Demonetisation: Naxals using villagers to convert black money into legal currency, say Jharkhand cops
In a bid to evade scrutiny, Naxals in Jharkhand are forcing elderly people to exchange their unaccounted money after demonetisation of Rs 1,000 and Rs 500 notes.
Latehar: In a bid to evade scrutiny, Naxals in Jharkhand are forcing elderly people to exchange their unaccounted money after demonetisation of Rs 1,000 and Rs 500 notes.
In Latehar district, one of the most Naxal-affected areas in Jharkhand, the left-wing extremists, who have extorted crores of rupees by levying "tax" and through ransom, are forcing elderly people to deposit the cash into their accounts, using the cap of Rs 2.5 lakh deposit in one go.
"It is correct. We have received information that Naxals are using villagers to deposit their extortion money into bank accounts so that it can be converted into legal currency. Not only elderly people, but young people could also be involved in the practice," Latehar Superintendent of Police (SP) Anoop Birtharay told PTI.
Birtharay said that for the last two days, police have been conducting searches in several places to nab those involved in the illegal practice.
"We suspect that some locals, who could be Naxal sympathisers providing logistical support to Naxals, are behind it," the SP said.
Birtharay said police are keeping a close vigil and conducting raids upon receiving tip-offs to nab those involved in the practice. Vehicle checking is also being conducted.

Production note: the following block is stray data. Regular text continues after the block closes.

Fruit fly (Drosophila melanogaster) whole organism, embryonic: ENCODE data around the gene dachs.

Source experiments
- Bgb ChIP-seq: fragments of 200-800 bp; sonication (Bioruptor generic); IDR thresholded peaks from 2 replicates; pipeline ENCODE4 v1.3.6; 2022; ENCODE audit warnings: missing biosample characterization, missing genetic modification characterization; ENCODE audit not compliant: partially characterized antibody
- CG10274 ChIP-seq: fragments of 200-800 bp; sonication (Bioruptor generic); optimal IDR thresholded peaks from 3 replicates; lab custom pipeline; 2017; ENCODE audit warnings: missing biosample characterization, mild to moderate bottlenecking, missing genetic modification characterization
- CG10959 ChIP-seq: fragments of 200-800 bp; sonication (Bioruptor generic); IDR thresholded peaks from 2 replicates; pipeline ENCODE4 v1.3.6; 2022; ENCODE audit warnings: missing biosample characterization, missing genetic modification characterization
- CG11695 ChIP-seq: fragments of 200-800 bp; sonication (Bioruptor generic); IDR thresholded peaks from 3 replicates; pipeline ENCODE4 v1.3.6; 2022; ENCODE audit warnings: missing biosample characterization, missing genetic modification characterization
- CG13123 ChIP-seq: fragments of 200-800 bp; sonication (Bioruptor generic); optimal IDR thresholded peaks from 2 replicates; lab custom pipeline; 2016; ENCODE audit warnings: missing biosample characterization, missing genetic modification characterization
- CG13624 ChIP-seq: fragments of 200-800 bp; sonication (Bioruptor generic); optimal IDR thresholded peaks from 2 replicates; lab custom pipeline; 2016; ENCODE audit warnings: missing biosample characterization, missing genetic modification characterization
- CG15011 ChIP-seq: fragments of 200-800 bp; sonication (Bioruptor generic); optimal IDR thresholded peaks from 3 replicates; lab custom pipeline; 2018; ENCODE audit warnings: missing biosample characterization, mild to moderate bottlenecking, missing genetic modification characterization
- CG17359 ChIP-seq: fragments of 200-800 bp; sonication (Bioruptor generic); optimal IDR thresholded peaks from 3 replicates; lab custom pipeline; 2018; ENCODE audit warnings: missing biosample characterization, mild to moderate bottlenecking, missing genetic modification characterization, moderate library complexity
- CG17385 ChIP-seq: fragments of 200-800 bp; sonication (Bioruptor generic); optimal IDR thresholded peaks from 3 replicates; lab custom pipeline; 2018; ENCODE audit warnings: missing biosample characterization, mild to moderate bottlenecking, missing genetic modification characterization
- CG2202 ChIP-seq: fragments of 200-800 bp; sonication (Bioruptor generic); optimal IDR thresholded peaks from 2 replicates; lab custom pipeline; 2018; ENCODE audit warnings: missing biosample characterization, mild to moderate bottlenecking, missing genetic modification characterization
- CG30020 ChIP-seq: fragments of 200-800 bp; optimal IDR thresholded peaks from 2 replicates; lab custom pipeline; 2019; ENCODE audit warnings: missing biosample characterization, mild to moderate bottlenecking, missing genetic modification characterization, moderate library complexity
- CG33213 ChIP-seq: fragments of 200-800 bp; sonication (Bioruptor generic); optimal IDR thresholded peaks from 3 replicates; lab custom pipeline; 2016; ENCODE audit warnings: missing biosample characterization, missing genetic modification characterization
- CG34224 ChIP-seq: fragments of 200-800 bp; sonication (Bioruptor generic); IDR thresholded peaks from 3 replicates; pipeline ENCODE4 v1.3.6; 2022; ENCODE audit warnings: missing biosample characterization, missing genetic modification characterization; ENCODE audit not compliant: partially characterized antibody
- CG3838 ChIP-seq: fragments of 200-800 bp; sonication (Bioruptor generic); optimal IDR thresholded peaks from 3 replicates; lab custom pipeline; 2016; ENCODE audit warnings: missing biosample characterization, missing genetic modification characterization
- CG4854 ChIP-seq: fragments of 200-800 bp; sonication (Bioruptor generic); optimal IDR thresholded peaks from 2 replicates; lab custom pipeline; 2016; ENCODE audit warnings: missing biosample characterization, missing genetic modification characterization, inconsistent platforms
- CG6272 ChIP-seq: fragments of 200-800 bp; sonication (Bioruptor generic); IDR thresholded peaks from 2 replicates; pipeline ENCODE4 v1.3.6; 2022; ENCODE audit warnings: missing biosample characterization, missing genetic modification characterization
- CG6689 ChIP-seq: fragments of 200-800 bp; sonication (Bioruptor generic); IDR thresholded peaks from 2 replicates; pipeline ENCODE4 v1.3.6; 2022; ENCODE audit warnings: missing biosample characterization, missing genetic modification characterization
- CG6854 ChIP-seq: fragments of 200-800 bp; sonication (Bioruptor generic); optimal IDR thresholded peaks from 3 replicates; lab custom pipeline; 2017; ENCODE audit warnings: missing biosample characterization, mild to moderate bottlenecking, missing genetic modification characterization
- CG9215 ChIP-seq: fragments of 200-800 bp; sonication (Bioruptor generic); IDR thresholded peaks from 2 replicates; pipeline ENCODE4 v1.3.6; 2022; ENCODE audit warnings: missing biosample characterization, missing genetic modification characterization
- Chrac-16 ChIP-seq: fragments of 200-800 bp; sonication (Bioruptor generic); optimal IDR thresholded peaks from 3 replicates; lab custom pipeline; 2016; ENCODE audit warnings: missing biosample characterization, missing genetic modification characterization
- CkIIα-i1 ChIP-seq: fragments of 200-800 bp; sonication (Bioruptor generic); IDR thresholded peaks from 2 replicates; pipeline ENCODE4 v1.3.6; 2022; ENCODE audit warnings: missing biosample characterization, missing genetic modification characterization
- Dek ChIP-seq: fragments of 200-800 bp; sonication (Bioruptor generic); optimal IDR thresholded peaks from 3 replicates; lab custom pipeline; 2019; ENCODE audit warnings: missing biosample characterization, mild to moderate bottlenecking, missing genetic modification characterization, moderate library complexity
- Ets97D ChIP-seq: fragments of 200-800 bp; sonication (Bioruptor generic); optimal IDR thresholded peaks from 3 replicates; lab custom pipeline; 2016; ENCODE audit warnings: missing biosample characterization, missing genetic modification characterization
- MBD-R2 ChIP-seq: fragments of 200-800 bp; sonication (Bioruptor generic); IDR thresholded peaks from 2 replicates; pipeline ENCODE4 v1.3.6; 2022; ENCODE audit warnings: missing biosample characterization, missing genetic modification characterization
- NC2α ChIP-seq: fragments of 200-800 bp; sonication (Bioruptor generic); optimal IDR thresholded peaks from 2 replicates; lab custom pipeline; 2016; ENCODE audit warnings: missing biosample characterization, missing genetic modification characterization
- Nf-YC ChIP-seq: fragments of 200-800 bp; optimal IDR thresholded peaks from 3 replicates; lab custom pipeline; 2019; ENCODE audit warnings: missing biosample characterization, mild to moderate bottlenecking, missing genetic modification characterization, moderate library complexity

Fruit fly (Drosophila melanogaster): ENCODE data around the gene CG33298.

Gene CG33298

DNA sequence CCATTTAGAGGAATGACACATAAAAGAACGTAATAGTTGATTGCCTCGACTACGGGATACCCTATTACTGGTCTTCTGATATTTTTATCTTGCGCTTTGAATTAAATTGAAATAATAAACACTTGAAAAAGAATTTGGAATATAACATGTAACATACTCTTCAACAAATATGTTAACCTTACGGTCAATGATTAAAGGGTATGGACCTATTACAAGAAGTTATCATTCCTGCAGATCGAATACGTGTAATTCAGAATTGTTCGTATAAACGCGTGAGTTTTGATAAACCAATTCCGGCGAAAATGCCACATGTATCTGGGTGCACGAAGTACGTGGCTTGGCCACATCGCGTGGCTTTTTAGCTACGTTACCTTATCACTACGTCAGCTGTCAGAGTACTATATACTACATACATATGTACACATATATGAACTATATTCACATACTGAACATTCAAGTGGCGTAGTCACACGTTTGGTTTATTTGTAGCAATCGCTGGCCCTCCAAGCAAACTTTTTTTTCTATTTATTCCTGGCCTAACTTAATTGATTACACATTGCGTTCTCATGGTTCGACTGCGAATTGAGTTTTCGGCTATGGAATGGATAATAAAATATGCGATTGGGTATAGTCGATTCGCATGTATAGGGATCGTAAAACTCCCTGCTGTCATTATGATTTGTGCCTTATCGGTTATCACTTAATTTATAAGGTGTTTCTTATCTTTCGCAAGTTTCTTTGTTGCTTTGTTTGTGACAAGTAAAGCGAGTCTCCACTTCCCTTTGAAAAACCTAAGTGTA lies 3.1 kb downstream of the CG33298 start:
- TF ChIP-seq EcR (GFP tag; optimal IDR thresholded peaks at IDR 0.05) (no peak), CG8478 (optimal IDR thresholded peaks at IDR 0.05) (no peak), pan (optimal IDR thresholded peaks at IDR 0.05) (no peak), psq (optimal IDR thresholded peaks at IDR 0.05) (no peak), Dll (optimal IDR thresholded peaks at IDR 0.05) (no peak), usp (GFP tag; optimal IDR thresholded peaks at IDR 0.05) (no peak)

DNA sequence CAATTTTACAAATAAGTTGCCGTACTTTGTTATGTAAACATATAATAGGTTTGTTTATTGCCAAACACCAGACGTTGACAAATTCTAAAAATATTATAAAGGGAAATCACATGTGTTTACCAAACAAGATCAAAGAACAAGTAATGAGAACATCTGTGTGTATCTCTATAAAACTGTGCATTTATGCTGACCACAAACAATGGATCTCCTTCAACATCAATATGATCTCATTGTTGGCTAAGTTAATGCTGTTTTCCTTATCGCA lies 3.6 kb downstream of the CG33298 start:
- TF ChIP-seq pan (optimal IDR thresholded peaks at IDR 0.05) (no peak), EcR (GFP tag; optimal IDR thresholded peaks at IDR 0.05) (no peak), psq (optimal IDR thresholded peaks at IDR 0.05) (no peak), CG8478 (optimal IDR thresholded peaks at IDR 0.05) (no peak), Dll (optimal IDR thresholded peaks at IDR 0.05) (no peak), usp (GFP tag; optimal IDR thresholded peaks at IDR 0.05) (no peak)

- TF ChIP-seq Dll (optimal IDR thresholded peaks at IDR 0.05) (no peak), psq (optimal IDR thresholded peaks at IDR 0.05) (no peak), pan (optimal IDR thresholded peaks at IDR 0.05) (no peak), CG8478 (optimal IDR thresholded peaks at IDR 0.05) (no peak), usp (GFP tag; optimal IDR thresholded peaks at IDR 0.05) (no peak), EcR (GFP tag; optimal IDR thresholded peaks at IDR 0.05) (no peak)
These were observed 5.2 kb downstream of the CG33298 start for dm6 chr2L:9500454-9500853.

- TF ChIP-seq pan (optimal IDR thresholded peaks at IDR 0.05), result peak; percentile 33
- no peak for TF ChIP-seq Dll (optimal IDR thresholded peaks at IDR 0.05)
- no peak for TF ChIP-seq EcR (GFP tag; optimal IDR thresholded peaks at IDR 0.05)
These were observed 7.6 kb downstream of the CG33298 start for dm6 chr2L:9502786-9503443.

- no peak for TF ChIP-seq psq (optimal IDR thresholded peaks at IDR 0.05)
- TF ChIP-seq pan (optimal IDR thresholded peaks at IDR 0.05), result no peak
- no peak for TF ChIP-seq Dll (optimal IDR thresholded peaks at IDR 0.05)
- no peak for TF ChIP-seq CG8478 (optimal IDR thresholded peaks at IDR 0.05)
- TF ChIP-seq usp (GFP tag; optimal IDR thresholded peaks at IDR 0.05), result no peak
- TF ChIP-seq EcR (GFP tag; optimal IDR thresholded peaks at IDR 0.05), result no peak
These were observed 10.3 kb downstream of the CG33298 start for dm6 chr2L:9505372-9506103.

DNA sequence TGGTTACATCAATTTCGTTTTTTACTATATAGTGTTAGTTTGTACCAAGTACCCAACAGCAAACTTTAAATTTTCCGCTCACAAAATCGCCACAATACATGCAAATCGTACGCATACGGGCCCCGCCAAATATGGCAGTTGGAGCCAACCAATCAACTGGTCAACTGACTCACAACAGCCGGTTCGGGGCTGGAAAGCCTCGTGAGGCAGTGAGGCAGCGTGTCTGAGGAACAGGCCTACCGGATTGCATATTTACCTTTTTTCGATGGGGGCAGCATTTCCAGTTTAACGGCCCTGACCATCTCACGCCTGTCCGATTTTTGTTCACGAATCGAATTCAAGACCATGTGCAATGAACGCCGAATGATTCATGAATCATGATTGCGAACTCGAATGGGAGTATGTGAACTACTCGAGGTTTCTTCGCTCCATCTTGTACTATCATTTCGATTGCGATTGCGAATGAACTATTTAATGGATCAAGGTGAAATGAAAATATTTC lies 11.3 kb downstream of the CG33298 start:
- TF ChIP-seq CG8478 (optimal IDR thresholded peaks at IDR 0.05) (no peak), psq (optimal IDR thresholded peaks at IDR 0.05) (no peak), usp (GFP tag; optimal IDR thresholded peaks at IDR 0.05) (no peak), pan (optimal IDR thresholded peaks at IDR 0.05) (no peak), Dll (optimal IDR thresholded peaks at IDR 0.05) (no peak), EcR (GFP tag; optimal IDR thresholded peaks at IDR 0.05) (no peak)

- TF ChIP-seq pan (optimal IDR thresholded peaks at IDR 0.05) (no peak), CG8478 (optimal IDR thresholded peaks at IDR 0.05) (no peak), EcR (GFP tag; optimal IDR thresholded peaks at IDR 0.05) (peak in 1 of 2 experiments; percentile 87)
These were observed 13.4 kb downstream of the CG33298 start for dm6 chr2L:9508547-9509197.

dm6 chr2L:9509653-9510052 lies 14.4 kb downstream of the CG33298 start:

"We got information that some Naxals from Bihar were scheduled to hold a meeting with their Jharkhand counterparts in Latehar but panicked upon learning that police have been conducting raids to nab them," he said.
A local resident said on condition of anonymity that some elderly people of Matlong village are visiting banks in Latehar district headquarters carrying lakhs of rupees to deposit into their account so that they could help Naxals convert their ill-gotten money.
"A few days ago, an elderly woman who was unable to even recognise notes correctly, went to a state-run bank to deposit Rs 4.5 lakh in her Jan Dhan account. She, however, went back without depositing the money, saying she was asked to show PAN card which she did not have," he said.
Another villager said in some cases, some Naxal sympathisers are depositing the money willingly after deducting their "share" which ranges from 10 percent to 30 percent but in other cases, many elderly people are forced to comply with the Naxals' instructions.
"Naxals are frustrated with the government's move demonetising Rs 500 and Rs 1,000 notes. They are threatening locals to deposit their money into banks so that the cash does not become defunct," the villager said.
Inspector General of CRPF (Jharkhand) Sanjay A Lathkar said they too have received some information that Naxals were trying to convert their money in the area.
"Some people have been arrested with old notes. We are keeping a close watch on Naxals' movement in the state and would foil any attempt by them to convert money. The state police is also looking after these inputs," he said.
Recently, the CRPF recovered Rs 25 lakh from two suspects of People's Liberation Front of India (PLFI), a breakaway faction of CPI (Maoist) and one of Jharkhand's several dominant extremist outfits, in Bodo area.
The two arrested suspects are said to have links to PLFI supremo Dinesh, a CRPF official said.
Security agencies suspect that the seized cash could be part of funds used for Naxalite activities.
NaxaLs have amassed nearly Rs 1,500 crore organised extortion business in the form of "levy", police and central security officials said.
Many splinter groups are said to be indulged in "levy" collection besides carrying out kidnapping, looting and narcotics trade, they said.
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